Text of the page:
This noble figure of a Marine standing guard over a fallen comrade was created by Adrian Jones in 1903 to commemorate the fallen of the South African wars and the Boxer Rebellion in China.
The sculptor was self-taught, taking up sculpture after serving as an Army vetinerary officer, facts which help explain the unconventional but moving composition and the correct military detail.
The plinth was designed by the architect Sir Thomas G Jackson, and incorporates two bronze reliefs by Jones depicting on the left the Battle of Graspan in the Boer War and on the right the defence of the International Legations in the Boxer Rebellion.
The main British advantage was in artillery, famously including two long naval 12 pounders taken from HMS Doris and mounted on improvised carriages - dramatically depicted in Jones's relief, shelling the Boers as the Marines storm up the hill.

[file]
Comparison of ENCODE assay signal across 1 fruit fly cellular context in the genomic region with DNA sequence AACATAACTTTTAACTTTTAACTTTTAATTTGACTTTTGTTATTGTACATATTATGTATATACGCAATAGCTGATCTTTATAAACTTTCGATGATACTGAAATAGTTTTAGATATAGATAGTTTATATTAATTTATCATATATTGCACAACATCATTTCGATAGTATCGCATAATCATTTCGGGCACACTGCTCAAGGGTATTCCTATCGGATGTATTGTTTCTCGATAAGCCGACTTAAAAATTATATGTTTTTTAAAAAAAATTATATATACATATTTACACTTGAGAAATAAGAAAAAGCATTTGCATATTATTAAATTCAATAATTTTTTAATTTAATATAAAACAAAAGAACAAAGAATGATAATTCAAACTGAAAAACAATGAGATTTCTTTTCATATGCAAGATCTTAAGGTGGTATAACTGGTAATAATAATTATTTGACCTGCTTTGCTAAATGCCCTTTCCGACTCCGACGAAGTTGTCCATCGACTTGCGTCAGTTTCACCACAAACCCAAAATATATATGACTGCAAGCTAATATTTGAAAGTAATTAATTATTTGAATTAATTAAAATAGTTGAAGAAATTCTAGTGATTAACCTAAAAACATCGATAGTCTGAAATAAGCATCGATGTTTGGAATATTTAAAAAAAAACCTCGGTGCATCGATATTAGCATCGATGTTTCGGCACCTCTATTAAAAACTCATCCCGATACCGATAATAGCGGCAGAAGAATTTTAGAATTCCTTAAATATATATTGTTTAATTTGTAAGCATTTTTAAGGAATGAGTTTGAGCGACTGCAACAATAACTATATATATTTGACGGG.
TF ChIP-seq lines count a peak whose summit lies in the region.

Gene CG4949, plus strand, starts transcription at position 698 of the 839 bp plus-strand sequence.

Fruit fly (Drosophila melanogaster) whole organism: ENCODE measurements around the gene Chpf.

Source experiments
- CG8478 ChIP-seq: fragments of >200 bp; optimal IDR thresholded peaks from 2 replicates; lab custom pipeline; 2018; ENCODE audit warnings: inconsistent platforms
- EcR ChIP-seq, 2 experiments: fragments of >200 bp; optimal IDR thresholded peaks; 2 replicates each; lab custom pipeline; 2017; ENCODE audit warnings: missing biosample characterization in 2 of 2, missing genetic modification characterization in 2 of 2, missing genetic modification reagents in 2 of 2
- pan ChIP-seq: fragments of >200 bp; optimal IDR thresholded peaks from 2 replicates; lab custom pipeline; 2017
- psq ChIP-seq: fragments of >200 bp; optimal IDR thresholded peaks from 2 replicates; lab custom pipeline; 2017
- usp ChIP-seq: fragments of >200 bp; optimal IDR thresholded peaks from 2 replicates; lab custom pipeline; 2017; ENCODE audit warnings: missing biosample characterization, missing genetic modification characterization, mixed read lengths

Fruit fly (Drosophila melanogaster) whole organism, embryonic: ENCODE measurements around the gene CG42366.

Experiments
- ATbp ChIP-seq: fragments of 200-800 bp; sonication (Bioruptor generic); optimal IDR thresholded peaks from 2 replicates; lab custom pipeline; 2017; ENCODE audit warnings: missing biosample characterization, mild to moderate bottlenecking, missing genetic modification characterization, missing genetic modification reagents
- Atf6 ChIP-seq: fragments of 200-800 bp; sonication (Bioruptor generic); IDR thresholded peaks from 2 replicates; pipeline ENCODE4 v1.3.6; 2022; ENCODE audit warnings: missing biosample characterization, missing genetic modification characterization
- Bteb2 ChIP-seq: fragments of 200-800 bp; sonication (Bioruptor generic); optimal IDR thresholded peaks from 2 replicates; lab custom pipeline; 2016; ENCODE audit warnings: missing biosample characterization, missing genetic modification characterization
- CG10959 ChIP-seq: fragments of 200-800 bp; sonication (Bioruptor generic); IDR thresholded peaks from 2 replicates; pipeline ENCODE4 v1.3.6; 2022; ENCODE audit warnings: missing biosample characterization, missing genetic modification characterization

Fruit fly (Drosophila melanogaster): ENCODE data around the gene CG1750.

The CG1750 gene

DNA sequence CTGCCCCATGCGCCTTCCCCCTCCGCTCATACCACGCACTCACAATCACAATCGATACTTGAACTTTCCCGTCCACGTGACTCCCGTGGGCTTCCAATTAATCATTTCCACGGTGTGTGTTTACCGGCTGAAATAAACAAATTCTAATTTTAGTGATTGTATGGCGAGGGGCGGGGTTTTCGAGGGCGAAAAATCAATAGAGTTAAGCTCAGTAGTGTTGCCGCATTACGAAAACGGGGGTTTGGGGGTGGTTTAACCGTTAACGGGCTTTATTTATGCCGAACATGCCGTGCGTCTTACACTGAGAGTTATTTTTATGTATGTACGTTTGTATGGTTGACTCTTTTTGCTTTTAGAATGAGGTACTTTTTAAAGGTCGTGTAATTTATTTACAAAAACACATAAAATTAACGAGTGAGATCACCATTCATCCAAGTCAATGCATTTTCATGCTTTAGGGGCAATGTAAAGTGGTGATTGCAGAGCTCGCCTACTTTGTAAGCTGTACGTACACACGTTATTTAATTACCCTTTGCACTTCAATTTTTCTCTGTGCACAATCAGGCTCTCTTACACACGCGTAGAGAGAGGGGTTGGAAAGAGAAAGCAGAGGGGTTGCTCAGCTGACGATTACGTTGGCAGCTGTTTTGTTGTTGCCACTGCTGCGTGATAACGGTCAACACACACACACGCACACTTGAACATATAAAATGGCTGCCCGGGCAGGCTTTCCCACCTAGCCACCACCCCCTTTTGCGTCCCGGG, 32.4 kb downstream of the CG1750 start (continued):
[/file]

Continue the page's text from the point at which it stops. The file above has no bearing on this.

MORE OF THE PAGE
Jones's relief shows Royal Marines scaling the Legation wall to storm a Boxer rampart, causing the Chinese to throw down their Mausers and run. To the right, a Boxer is being bayoneted in a scene that shows Jones was not afraid to portray the horror of war in a way that is unusually frank for a war memorial.
The memorial was originally placed over the road, being removed for the construction of the Citadel during WWII. It was re-erected in its present position in 1948 and dedicated as the national Marines monument in 2000.